• PurposeThe purpose of this study was to compare the efficacy of percutaneous aspiration thrombectomy (PAT) followed by standard anticoagulant therapy, with anticoagulation therapy alone, for the treatment of acute proximal lower extremity deep vein thrombosis.MethodsIn this randomised, prospective study, 42 patients with acute proximal iliofemoral deep vein thrombosis documented via Doppler ultrasound examination, were separated into an interventional treatment group (16 males, 5 females, average age 51 years) and a medical treatment group (13 males, 8 females, average age 59 years). In the interventional group, PAT with large-lumen 9-F diameter catheterisation was applied, after initiation of standard anticoagulant therapy. Balloon angioplasty (nmore » 19) and stent implementation (n: 14) were used to treat patients with residual stenosis (>50 %) after PAT. Prophylactic IVC filters were placed in two patients. The thrombus clearance status of the venous system was evaluated by venography. In both the medical and interventional groups, venous patency rates and clinical symptom scores were evaluated at months 1, 3, and 12 after treatment.ResultsDeep venous systems became totally cleared of thrombi in 12 patients treated with PAT. The venous patency rates in month 12 were 57.1 and 4.76 % in the interventional and medical treatment groups, respectively. A statistically significant improvement was observed in clinical symptom scores of the interventional group (PAT) with or without stenting (4.23 ± 0.51 before treatment; 0.81 ± 0.92 at month 12) compared with the medical treatment group (4.00 ± 0.63 before treatment; 2.43 ± 0.67 at month 12). During follow-up, four patients in the medical treatment and one in the interventional group developed pulmonary embolisms.ConclusionsFor treatment of acute deep vein thrombosis, PAT with or without stenting is superior to anticoagulant therapy alone in terms of both ensuring venous patency and improving clinical symptoms. PAT is a safe, inexpensive, and easily performed method of endovascular treatment with a low rate of major complications. Our present findings and literature data suggest that PAT can be used as first-line treatment in proximal deep vein thrombosis patients, especially when thrombolytic treatment is contraindicated.« less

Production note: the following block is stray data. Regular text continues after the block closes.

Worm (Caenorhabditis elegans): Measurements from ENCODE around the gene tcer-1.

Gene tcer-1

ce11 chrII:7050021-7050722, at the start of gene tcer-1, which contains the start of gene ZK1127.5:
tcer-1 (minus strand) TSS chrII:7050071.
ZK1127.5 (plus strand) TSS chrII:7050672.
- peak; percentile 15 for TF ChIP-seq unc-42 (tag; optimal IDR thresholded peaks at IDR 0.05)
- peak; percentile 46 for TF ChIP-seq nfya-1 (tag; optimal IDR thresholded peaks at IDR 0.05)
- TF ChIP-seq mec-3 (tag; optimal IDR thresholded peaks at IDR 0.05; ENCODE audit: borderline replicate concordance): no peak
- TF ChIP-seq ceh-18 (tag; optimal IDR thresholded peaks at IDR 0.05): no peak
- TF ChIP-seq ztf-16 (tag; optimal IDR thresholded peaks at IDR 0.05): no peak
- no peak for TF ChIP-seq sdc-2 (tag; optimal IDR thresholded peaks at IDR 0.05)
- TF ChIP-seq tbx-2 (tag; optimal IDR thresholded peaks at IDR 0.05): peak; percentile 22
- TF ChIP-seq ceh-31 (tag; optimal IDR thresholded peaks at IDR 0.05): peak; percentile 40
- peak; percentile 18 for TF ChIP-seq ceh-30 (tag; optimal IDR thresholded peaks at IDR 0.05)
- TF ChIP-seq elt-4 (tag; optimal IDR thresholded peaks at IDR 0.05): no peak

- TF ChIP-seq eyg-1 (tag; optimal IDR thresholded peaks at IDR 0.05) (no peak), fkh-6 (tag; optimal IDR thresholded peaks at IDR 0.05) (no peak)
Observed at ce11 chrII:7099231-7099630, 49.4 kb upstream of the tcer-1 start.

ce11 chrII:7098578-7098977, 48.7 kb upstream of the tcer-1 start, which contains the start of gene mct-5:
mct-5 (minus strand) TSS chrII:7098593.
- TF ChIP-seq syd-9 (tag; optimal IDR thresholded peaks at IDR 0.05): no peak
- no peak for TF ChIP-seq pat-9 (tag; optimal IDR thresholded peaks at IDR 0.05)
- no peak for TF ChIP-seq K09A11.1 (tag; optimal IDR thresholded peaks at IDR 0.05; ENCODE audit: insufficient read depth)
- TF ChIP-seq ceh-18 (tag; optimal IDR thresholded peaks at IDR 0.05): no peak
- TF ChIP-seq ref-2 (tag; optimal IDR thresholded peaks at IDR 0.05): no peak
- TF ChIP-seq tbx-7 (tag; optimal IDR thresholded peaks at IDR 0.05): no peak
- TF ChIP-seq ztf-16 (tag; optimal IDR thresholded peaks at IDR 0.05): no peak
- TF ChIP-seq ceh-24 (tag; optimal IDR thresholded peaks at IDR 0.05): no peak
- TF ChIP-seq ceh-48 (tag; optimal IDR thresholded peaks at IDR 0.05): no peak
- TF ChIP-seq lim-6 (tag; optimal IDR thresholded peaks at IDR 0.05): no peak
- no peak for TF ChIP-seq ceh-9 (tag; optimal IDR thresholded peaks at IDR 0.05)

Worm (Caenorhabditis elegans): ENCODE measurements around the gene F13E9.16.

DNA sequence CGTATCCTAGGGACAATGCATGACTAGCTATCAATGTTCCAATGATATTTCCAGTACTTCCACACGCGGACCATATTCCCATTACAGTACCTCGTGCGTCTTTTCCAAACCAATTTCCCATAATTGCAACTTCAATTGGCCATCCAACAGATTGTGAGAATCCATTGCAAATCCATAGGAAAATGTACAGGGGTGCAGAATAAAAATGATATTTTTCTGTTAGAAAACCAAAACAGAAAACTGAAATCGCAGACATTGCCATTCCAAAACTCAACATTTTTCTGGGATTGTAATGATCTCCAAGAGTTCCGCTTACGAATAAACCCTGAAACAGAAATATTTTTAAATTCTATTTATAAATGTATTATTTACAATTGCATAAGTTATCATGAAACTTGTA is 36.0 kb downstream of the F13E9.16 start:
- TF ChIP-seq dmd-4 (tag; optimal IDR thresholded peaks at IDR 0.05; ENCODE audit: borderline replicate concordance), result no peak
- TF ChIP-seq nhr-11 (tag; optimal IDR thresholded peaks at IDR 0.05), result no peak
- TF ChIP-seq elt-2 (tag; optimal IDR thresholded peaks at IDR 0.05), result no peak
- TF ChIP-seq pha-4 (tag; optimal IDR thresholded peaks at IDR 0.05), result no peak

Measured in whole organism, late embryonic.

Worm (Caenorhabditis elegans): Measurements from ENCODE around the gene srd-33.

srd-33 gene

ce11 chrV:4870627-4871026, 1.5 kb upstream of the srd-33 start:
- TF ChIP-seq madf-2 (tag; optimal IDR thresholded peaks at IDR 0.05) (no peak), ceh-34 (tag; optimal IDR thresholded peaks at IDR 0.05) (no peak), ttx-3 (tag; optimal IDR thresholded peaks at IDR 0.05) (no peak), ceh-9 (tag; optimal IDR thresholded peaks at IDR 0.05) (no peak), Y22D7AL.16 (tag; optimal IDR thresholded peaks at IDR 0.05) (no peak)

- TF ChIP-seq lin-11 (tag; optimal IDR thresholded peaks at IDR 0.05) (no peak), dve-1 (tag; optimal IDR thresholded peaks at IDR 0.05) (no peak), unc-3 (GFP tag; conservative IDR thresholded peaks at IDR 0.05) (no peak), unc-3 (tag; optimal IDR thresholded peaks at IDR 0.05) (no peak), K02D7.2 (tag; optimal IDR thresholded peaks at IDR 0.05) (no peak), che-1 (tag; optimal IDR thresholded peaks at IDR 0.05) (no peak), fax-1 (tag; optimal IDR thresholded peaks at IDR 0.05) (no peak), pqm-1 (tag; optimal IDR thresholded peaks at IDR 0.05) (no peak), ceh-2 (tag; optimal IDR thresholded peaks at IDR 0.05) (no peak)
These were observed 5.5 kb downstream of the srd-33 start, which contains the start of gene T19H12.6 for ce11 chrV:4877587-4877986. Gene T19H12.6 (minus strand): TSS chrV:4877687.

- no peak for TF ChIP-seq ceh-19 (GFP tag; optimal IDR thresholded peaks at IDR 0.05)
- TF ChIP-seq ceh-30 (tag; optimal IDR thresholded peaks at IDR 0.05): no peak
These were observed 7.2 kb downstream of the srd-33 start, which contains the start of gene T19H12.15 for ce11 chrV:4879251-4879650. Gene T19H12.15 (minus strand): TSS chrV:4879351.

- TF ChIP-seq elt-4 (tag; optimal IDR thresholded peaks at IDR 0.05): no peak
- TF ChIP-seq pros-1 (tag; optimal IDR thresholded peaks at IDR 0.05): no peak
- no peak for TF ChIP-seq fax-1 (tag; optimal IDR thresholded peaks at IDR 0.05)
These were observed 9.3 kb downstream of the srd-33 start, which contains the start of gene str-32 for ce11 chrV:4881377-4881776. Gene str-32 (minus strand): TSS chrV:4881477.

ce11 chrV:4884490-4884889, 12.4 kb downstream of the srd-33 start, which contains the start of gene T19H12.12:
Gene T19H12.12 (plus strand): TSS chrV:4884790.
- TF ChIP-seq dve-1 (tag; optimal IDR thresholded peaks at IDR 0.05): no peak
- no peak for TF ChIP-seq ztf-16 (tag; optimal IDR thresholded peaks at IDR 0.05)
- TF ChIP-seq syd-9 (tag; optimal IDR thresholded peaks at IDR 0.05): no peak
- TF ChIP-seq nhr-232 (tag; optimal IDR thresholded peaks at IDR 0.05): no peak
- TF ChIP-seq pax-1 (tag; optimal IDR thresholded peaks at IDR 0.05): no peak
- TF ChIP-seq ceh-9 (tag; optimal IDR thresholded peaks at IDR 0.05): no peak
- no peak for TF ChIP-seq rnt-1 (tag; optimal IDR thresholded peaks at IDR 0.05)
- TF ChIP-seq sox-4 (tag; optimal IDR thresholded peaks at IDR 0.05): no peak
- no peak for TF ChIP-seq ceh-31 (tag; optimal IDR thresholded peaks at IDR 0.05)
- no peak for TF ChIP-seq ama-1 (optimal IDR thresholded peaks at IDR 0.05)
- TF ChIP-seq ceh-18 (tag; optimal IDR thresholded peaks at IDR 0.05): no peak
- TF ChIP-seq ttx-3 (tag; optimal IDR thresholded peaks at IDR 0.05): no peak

• Percutaneous endovascular techniques were used to treat an arteriovenous fistula (AVF) associated with pancreatic transplantation. A pancreatic transplant superior mesenteric artery-to-superior mesenteric-vein AVF was successfully embolized while flow to the pancreas transplant was preserved. The embolization was aided by the use of Guglielmi detachable coils and a detachable balloon. No complications were encountered. At 23 months follow-up, the patient is doing well with no recurrence.
  • A stent-graft was custom made to close a high-flow traumatic arteriovenous fistula of the left superficial femoral artery, present for 30 years, in a 60-year-old man with congestive heart failure and ischemic ulceration in the left foot. A balloon expandable Palmaz stent (P394; 2.5 mm x 3.9 cm) was covered with a polytetrafluoroethylene (PTFE) graft and was inserted percutaneously through an 11 Fr vascular sheath. Follow-up Doppler ultrasound at 6 months demonstrated occlusion of the arteriovenous fistula, patency of the artery, and luminal integrity of the artery and vein.
  • Purpose: To evaluate failing hemodialysis arteriovenous fistulas with helical CT angiography (CTA), MR angiography (MRA), and digital subtraction angiography (DSA), and to compare the efficacy of the three techniques in detecting the number, location, grade, and extent of stenoses and in assessing the technical results of percutaneous transluminal angioplasty (PTA) and stenting.Methods: Thirteen patients with Brescia-Cimino arteriovenous fistula malfunction underwent MRA and CTA of the fistula and, within 1 week, DSA. A total of 11 PTAs were performed; in three cases an MR-compatible stent was placed. DSA served as the gold standard for comparison in all patients. The presence, site,more » and number of stenoses or occlusions and the technical results of percutaneous procedures were assessed with DSA, CTA, and MRA.Results: MRA underestimated a single stenosis in one patient; CTA and MRA did not overestimate any stenosis. Significant artifacts related to stent geometry and/or underlying metal were seen in MRA sequences in two cases.Conclusions: CT and MRI can provide information regarding the degree of vascular impairment, helping to stratify patients into those who can have PTA (single or multiple stenoses) versus those who require an operative procedure (occlusion). Conventional angiography can be reserved for candidates for percutaneous intervention.« less